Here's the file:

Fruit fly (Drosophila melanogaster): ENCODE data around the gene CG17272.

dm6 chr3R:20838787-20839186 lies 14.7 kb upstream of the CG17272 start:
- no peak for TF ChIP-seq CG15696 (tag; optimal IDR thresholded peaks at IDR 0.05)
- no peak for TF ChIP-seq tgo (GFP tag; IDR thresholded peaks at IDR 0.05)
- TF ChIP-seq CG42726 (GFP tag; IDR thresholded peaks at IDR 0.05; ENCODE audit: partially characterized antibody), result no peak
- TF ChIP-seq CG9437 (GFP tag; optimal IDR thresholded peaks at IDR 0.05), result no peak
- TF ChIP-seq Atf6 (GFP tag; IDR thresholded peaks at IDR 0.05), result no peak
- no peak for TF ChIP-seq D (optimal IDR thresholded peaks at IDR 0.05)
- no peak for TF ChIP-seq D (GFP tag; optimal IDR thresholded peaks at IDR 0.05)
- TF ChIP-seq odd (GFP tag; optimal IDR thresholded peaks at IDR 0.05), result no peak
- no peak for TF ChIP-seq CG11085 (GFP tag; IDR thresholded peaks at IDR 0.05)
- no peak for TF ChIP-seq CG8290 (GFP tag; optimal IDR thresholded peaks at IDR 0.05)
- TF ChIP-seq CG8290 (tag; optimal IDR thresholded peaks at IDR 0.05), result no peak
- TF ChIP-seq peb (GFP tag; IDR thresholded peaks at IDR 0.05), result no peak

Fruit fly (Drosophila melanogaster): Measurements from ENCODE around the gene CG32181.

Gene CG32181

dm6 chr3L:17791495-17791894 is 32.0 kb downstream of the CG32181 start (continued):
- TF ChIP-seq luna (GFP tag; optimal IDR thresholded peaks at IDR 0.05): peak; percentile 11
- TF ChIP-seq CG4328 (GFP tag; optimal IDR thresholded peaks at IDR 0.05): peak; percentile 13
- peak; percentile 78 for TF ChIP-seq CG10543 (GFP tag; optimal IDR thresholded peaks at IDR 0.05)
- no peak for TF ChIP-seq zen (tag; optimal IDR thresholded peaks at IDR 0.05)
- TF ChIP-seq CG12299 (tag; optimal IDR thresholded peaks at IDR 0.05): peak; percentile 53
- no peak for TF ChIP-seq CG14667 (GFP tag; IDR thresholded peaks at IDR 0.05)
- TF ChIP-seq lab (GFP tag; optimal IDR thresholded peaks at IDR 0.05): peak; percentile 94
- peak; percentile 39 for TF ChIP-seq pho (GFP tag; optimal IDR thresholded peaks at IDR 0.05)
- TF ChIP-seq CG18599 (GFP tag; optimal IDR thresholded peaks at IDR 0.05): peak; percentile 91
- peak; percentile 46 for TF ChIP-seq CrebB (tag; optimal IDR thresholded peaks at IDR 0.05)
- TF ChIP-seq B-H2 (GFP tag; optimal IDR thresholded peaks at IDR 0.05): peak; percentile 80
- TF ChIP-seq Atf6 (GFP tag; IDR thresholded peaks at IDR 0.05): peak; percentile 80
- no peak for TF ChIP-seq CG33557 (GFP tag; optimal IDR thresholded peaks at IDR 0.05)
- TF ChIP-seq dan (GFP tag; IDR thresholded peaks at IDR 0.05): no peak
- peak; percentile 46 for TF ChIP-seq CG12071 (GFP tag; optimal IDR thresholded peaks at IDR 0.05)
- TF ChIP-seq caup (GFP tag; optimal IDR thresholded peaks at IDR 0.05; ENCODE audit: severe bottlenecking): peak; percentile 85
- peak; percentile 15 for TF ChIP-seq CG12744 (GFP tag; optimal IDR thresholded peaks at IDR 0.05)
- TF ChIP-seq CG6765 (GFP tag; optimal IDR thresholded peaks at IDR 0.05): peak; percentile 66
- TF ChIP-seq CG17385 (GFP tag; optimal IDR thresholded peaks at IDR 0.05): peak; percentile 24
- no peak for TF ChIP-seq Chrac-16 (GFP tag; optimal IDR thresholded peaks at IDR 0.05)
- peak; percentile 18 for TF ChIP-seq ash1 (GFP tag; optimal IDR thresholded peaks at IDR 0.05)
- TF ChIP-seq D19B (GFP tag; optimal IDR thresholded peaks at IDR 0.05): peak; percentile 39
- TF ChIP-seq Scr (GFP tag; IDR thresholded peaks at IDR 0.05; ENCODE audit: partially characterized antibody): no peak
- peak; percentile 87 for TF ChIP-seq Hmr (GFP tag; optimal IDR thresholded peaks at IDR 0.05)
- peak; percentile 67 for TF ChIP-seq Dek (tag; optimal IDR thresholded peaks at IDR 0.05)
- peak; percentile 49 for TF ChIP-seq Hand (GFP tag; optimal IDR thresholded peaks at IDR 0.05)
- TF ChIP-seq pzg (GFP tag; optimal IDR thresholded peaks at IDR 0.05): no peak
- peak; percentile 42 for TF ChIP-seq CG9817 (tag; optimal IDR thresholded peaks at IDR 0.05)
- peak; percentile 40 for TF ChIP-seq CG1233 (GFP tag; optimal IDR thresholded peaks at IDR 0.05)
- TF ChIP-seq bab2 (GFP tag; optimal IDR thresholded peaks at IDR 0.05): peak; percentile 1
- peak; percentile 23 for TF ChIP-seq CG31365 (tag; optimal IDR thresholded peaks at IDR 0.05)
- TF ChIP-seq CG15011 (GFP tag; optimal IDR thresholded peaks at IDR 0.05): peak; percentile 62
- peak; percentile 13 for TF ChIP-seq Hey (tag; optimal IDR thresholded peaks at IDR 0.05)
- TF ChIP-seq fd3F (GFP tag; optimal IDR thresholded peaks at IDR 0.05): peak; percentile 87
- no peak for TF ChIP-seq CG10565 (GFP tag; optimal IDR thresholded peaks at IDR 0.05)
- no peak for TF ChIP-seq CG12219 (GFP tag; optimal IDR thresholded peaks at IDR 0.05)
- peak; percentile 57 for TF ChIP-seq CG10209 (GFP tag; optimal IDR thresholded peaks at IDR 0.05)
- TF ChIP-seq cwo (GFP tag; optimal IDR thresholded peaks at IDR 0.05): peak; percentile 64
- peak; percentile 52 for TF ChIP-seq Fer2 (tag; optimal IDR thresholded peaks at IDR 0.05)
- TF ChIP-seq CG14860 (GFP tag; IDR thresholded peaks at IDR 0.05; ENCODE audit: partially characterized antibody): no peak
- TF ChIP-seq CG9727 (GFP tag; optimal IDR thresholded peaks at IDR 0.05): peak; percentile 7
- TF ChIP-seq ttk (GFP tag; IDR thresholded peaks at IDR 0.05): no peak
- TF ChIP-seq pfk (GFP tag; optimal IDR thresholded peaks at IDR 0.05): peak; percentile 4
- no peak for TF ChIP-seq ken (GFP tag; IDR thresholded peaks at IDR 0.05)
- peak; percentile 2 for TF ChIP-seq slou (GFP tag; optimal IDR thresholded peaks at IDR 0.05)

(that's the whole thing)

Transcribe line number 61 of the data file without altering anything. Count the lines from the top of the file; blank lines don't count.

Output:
- no peak for TF ChIP-seq ken (GFP tag; IDR thresholded peaks at IDR 0.05)